Therefore, a few, well-focused goals and targets are all that are required for most organisations. Beyond that, goals and targets are nothing more than a compliance exercise. And if you have to write targets, you might as well make them ones you truly value as being focused on priority problems; not a target for everything on your wish-list. Slow down – attack a problem or two at a time if you want to be effective.
The commitment or buy-in of staff is often referred to by leaders as a problem in goal pursuit. Staff will commit to goals if they deem them to be truly important and the right focus for the organisation at this time. Staff will commit if they believe they truly can focus on the target and that the leaders have cleared the way by eliminating or minimising non-essential tasks that get in the way. Schools that are successful in making progress, prioritise their goals in actions, not just words. They take other pressures off teachers whenever possible, and encourage them to keep focused on the priority area.
Traps for goal setters
Setting goals about the adults instead of the students. If you are student-centred your goals and targets should focus on what you want the students to achieve. What the adults need to do to support that is part of your action plan to achieve the target.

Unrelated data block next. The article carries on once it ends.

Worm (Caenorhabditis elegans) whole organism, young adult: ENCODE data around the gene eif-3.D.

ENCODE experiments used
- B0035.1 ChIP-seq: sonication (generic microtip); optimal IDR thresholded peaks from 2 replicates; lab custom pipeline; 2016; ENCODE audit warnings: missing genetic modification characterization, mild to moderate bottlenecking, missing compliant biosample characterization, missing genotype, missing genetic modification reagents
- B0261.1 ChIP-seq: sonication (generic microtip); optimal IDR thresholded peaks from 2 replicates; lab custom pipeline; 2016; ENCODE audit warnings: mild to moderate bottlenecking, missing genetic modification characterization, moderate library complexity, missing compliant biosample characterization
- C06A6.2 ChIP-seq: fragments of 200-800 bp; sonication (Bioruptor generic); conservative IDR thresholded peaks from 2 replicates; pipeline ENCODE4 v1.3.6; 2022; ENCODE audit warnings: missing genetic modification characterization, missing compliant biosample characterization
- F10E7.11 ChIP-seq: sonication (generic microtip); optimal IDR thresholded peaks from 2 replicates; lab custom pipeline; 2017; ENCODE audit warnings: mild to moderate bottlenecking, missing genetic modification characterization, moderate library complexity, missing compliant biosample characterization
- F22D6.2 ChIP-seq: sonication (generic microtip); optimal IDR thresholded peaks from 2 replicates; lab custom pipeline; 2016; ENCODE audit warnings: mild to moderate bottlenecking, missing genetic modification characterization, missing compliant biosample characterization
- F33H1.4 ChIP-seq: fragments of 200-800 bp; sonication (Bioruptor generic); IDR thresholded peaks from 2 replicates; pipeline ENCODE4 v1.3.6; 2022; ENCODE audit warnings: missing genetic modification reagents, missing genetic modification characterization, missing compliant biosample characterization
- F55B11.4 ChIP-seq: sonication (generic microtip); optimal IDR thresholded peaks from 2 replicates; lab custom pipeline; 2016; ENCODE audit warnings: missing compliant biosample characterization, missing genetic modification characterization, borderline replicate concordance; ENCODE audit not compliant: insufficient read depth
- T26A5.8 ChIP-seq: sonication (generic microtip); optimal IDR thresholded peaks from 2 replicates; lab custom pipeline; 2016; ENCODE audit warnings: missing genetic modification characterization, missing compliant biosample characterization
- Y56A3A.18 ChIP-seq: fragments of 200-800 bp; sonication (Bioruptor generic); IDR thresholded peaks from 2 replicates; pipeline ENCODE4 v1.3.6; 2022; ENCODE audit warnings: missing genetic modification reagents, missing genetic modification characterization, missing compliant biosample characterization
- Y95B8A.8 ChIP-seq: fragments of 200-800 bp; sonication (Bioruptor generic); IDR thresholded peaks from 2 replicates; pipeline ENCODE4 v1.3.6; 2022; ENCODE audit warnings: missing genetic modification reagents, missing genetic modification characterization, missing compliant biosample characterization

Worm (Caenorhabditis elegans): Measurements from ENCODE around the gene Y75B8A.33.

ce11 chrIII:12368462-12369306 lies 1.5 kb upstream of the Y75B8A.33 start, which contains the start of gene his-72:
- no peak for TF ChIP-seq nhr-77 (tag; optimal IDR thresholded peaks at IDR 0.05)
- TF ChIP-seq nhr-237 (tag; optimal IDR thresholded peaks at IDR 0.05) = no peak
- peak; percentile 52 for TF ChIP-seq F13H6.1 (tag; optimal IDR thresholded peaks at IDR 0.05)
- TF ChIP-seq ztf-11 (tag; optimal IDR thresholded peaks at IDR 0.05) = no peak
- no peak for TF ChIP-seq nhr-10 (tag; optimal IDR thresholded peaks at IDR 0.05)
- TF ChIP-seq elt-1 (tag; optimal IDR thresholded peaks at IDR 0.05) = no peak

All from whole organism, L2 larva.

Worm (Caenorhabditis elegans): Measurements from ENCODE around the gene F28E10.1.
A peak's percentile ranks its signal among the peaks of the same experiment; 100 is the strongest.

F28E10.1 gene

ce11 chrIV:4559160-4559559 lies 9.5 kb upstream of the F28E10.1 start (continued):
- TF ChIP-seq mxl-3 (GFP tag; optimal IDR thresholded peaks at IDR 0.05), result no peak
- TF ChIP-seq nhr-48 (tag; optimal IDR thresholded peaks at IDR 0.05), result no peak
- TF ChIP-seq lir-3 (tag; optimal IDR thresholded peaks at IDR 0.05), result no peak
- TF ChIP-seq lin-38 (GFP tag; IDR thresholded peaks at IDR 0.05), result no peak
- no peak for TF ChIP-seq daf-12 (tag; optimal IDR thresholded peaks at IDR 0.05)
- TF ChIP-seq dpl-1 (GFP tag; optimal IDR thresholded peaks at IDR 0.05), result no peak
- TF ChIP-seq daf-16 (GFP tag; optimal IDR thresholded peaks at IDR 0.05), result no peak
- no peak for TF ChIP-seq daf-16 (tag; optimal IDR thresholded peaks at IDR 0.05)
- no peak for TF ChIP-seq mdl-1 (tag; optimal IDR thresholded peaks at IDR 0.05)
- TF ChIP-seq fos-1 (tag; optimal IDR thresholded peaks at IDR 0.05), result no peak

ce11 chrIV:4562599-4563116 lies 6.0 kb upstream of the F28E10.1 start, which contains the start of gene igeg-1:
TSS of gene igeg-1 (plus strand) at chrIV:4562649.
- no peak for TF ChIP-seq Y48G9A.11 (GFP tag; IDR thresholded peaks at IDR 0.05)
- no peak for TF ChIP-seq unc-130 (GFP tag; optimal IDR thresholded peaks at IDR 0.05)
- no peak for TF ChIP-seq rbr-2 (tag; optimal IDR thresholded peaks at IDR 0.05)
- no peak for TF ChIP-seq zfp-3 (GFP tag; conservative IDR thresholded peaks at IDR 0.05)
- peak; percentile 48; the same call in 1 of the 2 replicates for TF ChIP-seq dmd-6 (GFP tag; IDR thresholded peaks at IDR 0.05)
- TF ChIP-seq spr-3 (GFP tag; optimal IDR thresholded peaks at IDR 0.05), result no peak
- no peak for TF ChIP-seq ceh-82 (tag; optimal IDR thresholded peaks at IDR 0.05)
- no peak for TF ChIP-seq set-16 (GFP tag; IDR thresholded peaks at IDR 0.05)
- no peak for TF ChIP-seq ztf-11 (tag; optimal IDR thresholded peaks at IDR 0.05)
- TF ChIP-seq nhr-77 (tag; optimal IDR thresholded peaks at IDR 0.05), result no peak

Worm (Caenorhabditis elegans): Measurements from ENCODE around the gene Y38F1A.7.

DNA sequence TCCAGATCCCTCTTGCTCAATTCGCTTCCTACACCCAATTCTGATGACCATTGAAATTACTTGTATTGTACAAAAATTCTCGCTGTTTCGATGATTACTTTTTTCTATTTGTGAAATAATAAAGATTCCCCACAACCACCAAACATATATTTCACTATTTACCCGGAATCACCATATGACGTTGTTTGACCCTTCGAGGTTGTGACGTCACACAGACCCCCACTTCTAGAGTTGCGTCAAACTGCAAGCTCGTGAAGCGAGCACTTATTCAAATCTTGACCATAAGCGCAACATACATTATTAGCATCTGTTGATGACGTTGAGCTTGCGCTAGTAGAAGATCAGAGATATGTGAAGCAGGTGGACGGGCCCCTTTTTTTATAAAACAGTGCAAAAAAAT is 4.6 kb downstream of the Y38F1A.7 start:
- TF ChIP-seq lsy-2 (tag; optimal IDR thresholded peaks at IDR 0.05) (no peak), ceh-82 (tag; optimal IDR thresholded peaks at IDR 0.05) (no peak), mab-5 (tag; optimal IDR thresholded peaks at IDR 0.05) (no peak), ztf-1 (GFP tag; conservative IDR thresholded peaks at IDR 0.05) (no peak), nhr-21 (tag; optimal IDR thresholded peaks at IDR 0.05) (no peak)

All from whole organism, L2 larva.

Not having a way to measure progress towards your target during the year. If you are judging performance by a test that can only be given once a year, how will you know you are making progress? There are ways – for example, creating your own tests that provide an indication of progress towards those learning outcomes.
Too many goals and targets because you have so many things to fix. When you have too many goals and targets, you also have too many initiatives or plans of action to fix the many problems. All that usually happens is that everyone becomes stressed with too many meetings and too many new things, and the goal focus is completely lost. Solve one small problem at a time.
Not really having a plan to do anything different in order to achieve the plan. A plan should emphasise what you will do differently (i.e., stop doing; start doing) or keep doing to get the better result that you seek. You can also download our planning templates to help you (http://www.uacel.ac.nz/publications/uacel-resources), or attend our August course on Annual Planning to help you prepare for a better ‘next year’ http://www.uacel.ac.nz/language/en-us/leadership-courses/leadership-workshops/annual-planning
Not putting effort into making change happen. Ultimately, the enactment of a plan is a deeply human effort, and a plan without effort will never succeed. Of course, human nature being what it is, even a very good written plan cannot guarantee action aligned to the plan. But if all the leaders in a school are committed to a few goals and have a plan to achieve them, success is likely (Locke & Latham, 1990).